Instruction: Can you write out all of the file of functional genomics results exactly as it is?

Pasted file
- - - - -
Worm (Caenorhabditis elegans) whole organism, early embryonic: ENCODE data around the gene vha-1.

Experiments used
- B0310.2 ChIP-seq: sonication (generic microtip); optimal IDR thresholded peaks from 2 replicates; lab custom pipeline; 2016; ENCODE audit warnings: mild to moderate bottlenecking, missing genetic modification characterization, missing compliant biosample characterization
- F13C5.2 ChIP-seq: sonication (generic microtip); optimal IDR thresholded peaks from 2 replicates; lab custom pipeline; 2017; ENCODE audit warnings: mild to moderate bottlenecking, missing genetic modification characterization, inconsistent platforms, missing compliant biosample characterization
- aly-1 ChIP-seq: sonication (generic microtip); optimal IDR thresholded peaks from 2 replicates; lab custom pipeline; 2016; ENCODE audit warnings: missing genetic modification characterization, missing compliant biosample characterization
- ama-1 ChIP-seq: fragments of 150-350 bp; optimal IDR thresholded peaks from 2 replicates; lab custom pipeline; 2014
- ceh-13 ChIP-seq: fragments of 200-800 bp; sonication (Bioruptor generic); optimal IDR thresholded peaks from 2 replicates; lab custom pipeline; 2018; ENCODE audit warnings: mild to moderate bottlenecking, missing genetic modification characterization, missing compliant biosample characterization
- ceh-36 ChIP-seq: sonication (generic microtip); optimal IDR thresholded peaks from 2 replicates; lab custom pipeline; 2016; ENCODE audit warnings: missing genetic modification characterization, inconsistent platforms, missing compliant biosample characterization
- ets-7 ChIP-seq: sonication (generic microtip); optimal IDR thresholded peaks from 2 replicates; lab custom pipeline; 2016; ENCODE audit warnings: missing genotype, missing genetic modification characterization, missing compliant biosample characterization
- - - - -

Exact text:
Worm (Caenorhabditis elegans) whole organism, early embryonic: ENCODE data around the gene vha-1.

Experiments used
- B0310.2 ChIP-seq: sonication (generic microtip); optimal IDR thresholded peaks from 2 replicates; lab custom pipeline; 2016; ENCODE audit warnings: mild to moderate bottlenecking, missing genetic modification characterization, missing compliant biosample characterization
- F13C5.2 ChIP-seq: sonication (generic microtip); optimal IDR thresholded peaks from 2 replicates; lab custom pipeline; 2017; ENCODE audit warnings: mild to moderate bottlenecking, missing genetic modification characterization, inconsistent platforms, missing compliant biosample characterization
- aly-1 ChIP-seq: sonication (generic microtip); optimal IDR thresholded peaks from 2 replicates; lab custom pipeline; 2016; ENCODE audit warnings: missing genetic modification characterization, missing compliant biosample characterization
- ama-1 ChIP-seq: fragments of 150-350 bp; optimal IDR thresholded peaks from 2 replicates; lab custom pipeline; 2014
- ceh-13 ChIP-seq: fragments of 200-800 bp; sonication (Bioruptor generic); optimal IDR thresholded peaks from 2 replicates; lab custom pipeline; 2018; ENCODE audit warnings: mild to moderate bottlenecking, missing genetic modification characterization, missing compliant biosample characterization
- ceh-36 ChIP-seq: sonication (generic microtip); optimal IDR thresholded peaks from 2 replicates; lab custom pipeline; 2016; ENCODE audit warnings: missing genetic modification characterization, inconsistent platforms, missing compliant biosample characterization
- ets-7 ChIP-seq: sonication (generic microtip); optimal IDR thresholded peaks from 2 replicates; lab custom pipeline; 2016; ENCODE audit warnings: missing genotype, missing genetic modification characterization, missing compliant biosample characterization